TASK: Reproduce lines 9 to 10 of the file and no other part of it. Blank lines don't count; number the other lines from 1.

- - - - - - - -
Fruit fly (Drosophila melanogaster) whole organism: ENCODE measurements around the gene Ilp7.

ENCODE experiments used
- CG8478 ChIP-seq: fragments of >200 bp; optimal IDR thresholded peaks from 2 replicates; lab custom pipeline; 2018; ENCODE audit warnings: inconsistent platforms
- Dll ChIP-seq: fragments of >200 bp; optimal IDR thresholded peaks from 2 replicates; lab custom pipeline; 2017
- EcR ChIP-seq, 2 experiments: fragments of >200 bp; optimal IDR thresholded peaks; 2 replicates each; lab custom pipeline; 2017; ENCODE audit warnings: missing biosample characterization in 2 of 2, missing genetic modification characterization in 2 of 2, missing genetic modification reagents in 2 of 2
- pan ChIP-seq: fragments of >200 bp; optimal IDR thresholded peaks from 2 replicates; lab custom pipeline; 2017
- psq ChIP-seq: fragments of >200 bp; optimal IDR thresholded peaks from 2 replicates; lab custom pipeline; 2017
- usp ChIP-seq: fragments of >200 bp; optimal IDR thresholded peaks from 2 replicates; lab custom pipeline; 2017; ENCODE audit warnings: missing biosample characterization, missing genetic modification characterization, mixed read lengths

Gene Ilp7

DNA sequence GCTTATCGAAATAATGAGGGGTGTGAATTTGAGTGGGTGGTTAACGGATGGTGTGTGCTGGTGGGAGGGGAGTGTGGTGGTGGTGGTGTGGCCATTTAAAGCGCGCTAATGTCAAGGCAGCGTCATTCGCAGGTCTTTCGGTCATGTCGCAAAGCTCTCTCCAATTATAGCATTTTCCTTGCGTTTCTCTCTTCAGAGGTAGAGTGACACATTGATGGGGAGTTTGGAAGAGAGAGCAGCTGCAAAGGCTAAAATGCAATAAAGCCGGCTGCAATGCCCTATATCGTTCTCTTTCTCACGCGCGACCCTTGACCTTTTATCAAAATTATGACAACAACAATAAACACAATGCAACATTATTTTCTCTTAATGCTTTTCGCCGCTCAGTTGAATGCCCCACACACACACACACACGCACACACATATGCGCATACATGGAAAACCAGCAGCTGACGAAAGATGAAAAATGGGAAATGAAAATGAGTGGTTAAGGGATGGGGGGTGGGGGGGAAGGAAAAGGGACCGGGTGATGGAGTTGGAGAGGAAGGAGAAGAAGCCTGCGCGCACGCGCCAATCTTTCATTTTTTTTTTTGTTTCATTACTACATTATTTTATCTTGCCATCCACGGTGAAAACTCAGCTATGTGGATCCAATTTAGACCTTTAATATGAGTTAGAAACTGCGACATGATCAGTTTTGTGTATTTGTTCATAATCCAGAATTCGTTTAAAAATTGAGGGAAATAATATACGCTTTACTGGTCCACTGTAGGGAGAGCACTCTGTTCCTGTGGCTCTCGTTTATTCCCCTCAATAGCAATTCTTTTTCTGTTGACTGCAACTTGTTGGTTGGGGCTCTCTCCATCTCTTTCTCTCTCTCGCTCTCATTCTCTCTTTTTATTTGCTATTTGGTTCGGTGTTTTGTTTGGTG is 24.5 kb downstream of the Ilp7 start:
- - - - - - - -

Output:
Gene Ilp7

DNA sequence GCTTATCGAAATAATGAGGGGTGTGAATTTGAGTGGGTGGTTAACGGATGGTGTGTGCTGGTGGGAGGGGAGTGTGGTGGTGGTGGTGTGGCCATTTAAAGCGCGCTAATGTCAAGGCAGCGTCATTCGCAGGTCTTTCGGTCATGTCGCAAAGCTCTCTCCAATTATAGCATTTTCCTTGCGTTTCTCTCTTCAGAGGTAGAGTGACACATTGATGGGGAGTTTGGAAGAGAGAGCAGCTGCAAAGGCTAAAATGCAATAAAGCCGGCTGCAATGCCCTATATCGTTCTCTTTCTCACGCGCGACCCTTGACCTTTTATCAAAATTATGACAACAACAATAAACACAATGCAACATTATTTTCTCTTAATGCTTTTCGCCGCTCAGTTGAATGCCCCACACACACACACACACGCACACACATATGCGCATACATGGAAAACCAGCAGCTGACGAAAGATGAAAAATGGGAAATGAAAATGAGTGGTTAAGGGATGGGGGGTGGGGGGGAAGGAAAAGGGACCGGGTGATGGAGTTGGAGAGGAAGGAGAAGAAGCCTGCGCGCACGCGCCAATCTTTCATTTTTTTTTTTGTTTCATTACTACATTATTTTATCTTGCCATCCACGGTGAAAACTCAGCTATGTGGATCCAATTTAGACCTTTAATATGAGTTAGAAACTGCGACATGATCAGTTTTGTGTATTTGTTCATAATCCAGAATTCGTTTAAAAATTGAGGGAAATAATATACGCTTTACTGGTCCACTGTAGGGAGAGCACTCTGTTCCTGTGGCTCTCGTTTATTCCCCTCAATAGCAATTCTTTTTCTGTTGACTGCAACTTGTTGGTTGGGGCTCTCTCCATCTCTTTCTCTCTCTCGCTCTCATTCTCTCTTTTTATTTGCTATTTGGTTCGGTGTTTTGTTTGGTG is 24.5 kb downstream of the Ilp7 start: